Molecular phylogenetic analysis.—
The phylogenetic position of Torix tukubana within Glossiphoniidae was determined based on one nuclear and three mitochondrial gene markers: (1) 18S rRNA (18S), (2) cytochrome c oxidase subunit I (COI), (3) 12S rRNA, tRNAVal, and 16S rRNA (12S–16S), and (4) tRNALeu and NADH dehydrogenase subunit 1 (tRNALeu–ND1). Total DNA of each specimen was extracted from the caudal sucker using phenol/chloroform extraction with “DNA sui-sui” buffer (Rizo Inc.). The primer sets, methods and cycle conditions used in the polymerase chain reactions (PCR) and cycle sequencing reactions basically followed Nakano and Lai (2016) except for the usage of a primer, LCO-inerpo2 (Nakano 2016), instead of LCO-in (Nakano 2012) for COI, and PCR reaction kit, EmeraldAmp PCR Master Mix (Takara Bio). In total, four molecular markers of four specimens of T. tukubana were newly obtained in this study and deposited with the International Nucleotide Sequence Database Collaboration (INSDC) through the DNA Data Bank of Japan (Table 1).
According to the previous phylogenetic studies (Siddall et al. 2005, de Carle et al. 2017), 25 glossiphoniid operational taxonomic units (OTUs) were included as ingroup taxa (Table 1). Additionally, three proboscidate oceanobdelliforms and one acanthobdellidan species were selected as the outgroup taxa. The protein and RNA genes were aligned using TranslatorX with the default setting (Abascal et al. 2010) and MAFFT v. 7.427 with the L-INS-i option (Katoh and Standley 2013), respectively. The length of the 18S, COI, 12S, and tRNALeu–ND1 sequences were 1879, 662, 370, and 704 bp, respectively. The concatenated sequences yielded 3615 bp of aligned positions.
Phylogenetic trees were inferred with maximum likelihood (ML) and Bayesian inference (BI) methods. The best-fit partition scheme and substitution models were identified with AICc using IQ-TREE v. 1.6.12 (Nguyen et al. 2015) as follows: for 18S, SYM + I + G; GTR + G for COI first position; GTR + G for COI second position; GTR + I + G for COI third position; GTR + G for 12S and tRNALeu; GTR + I + G for ND1 first position; GTR + G for ND1 second position; and HKY + G for ND1 third position. The ML phylogeny was inferred using IQ-TREE, then a nonparametric bootstrapping (BS) was conducted with 1000 pseudoreplicates. BI tree and Bayesian posterior probabilities (PPs) were obtained using MrBayes v. 3.2.6 (Ronquist et al. 2012). Two independent runs of four Markov chains were conducted for 20 million generations, and a tree was sampled every 100 generations. The parameter estimates and convergence were checked using Tracer v. 1.7.1 (Rambaut et al. 2018), and the first 20,001 trees were discarded based on the result.
Pairwise comparisons of the uncorrected p-distance for COI sequences (651 bp) obtained from the present T. tukubana specimens and another population from Hiroshima in eastern Honshu (Kambayashi et al. 2019) (Table 1), as well as those from the species closely related to T. tukubana revealed by the present phylogenetic analyses were calculated using MEGA X (Kumar et al. 2018).
Torix Blanchard, 1893 Torix tukubana ( Oka, 1935) ( Figs. 1, 2)
Body greenish. Caudal sucker ventral, oval. Somites XIII–XXIV dorsally biannulate, ventrally triannulate. Anus between somites XXVI/XXVII. Male gonopore between somites XI/XII, female gonopore between somite XII (a1 + a2)/a3, gonopores separated by 1 annulus XII (a1 + a2). Eyes in 2 pairs, in “placobdellid'' arrangement; 1st pair inconspicuous on somite II, often coalescing with large conspicuous 2nd pair on somite III. Dorsal papillae on IV–XXV, ca. 13–20 on every mid-body annulus of somites XIV–XXI. Mouth pore on anterior margin of oral sucker. Salivary cells in 1 pair of compact mass. Esophagus simple, esophageal grand absent. Bacteriosomes absent. Crop giving rise to 7 pairs of crop ceca, 1st–6th pairs simple, nondiverticulated, 7th pair (post-crop ceca) diverticulated into 4 sections. Intersomital testisacs in 6 pairs. Paired sperm ducts thick, strongly coiled. Atrial cornua directed anterolaterally, developed ovate. Paired ovisacs tubular, reaching to somite XII (a1 + a2).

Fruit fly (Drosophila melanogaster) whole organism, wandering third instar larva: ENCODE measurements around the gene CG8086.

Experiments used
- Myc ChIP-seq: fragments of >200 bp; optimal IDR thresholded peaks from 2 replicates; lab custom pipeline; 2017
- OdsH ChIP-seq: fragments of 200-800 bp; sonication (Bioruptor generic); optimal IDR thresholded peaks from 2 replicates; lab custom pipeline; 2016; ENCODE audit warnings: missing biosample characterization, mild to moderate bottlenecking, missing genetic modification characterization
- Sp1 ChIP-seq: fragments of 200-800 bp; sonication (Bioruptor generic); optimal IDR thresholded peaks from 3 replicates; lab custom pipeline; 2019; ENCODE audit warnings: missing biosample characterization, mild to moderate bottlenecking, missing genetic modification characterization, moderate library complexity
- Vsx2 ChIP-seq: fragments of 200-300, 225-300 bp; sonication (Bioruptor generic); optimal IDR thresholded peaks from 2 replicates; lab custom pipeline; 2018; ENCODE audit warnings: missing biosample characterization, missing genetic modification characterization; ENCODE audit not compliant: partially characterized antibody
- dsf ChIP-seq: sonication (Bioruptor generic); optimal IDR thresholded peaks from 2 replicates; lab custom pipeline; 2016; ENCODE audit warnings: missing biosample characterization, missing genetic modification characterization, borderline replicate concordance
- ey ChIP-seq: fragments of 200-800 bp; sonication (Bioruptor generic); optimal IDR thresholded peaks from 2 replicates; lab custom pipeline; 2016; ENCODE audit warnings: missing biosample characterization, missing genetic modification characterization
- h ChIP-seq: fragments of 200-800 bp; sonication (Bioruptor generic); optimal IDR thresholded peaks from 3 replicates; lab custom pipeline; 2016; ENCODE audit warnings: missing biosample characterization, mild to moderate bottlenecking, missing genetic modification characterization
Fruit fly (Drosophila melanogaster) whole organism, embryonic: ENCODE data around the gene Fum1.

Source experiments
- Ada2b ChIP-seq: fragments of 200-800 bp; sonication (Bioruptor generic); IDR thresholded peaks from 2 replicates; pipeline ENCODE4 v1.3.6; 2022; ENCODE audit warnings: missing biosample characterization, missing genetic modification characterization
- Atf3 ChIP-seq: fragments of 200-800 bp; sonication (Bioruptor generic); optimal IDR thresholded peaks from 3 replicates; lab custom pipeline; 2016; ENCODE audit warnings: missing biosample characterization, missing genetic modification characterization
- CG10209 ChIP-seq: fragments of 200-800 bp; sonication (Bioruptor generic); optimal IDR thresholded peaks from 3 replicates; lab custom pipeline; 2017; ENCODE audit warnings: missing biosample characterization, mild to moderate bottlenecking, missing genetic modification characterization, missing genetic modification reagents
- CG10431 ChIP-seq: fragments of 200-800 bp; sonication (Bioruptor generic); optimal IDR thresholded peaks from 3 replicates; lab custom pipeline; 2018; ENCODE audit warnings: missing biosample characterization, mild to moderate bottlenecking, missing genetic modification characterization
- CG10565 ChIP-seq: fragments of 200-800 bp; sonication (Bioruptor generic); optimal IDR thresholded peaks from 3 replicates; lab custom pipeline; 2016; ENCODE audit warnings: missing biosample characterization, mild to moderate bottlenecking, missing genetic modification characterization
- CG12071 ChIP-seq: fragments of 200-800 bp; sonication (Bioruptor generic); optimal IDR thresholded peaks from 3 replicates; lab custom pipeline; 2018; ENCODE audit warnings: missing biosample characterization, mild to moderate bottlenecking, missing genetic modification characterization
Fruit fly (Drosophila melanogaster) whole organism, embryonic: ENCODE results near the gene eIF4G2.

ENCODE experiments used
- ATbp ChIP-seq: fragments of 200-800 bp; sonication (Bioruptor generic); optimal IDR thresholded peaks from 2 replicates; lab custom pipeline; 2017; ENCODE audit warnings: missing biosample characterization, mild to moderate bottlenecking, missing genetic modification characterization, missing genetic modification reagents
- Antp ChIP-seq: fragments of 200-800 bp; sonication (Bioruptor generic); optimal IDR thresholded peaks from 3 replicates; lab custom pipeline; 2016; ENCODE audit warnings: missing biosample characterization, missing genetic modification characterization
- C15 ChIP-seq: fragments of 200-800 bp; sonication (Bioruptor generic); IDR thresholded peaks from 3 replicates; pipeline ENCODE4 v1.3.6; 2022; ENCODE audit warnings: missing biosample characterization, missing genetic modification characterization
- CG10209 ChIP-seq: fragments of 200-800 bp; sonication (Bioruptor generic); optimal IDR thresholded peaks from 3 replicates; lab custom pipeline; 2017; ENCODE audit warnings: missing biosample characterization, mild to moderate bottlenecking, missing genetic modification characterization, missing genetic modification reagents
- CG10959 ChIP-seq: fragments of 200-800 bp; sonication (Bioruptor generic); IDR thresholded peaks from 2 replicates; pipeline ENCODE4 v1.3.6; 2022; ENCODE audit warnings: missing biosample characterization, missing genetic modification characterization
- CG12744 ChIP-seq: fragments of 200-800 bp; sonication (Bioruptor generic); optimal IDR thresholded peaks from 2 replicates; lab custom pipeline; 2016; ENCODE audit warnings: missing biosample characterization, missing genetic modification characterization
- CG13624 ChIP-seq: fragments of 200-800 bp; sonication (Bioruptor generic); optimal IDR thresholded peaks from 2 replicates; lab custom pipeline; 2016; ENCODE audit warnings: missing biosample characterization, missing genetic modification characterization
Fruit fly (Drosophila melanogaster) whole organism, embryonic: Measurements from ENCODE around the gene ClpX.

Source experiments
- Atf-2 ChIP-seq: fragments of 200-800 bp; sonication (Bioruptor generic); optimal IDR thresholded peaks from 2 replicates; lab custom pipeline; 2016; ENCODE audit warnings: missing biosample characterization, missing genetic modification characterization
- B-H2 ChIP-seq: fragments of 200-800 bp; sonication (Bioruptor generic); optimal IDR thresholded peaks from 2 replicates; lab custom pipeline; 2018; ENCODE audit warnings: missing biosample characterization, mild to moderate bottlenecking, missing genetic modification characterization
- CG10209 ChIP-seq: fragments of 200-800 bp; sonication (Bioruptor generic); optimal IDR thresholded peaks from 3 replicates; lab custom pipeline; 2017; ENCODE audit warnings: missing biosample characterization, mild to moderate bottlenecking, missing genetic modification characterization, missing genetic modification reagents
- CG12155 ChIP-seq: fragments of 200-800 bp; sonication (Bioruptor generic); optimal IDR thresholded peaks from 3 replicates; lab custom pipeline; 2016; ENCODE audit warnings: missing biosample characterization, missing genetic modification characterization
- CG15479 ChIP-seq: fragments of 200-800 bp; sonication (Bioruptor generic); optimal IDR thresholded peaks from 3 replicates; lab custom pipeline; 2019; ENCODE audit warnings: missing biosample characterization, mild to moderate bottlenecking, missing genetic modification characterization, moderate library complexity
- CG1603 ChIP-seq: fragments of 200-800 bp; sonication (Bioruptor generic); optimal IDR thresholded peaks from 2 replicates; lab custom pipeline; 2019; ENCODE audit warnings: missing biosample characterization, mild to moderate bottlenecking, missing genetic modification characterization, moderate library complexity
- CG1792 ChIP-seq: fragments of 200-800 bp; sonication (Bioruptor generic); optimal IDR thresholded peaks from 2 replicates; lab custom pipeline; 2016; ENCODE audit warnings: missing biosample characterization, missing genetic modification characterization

A total of four specimens newly collected at the type locality, Mt. Tsukubasan, Ibaraki Prefecture, Honshu island, Japan, by CK and TN, on 23 May 2019. Three free-living specimens attached to the underside of stones in mountain streams: KUZ Z2971–Z2972 (36°23′40″N, 140°10′77″E; elev. 521 m), and KUZ Z2973 (36°23′09″N, 140°10′45″E; elev. 660 m). One juvenile specimen, KUZ Z2970, attached to the surface of the Tago's brown frog, Rana tagoi Okada, 1928, collected in a mountain stream (36°23′45″N, 140°10′68″E; elev. 527 m). Internal morphology was provided based on the two specimens (KUZ Z2972 and Z2973).
The three specimens in the original description of T. tukubana (Oka 1935) are automatically fixed as the syntypes according to the Article 73.2 of the International Code of Zoological Nomenclature (International Commission on Zoological Nomenclature 1999). However, no type series of T. tukubana was found at NSMT. Syntypes are believed to have been lost or destroyed in the past according to the present survey and Nakano & Itoh (2010), nonetheless, a neotype is not designated for T. tukubana in the present study. There is no doubt over the identity of the species as Torix tukubana, given the fact that no other biannulate glossiphoniid species were not found at the type locality of this species.
Body ovate (Fig. 1A–C). Caudal sucker ventral, oval (Fig. 1B). Measurements (mean, followed by ranges in parentheses; n = 3, KUZ Z2971–Z2973): BL 9.73 mm (7.36–11.1), BW 4.11 mm (2.47–6.48), CL 2.16 mm (1.41–2.93), CW 1.93 mm (1.38–2.57).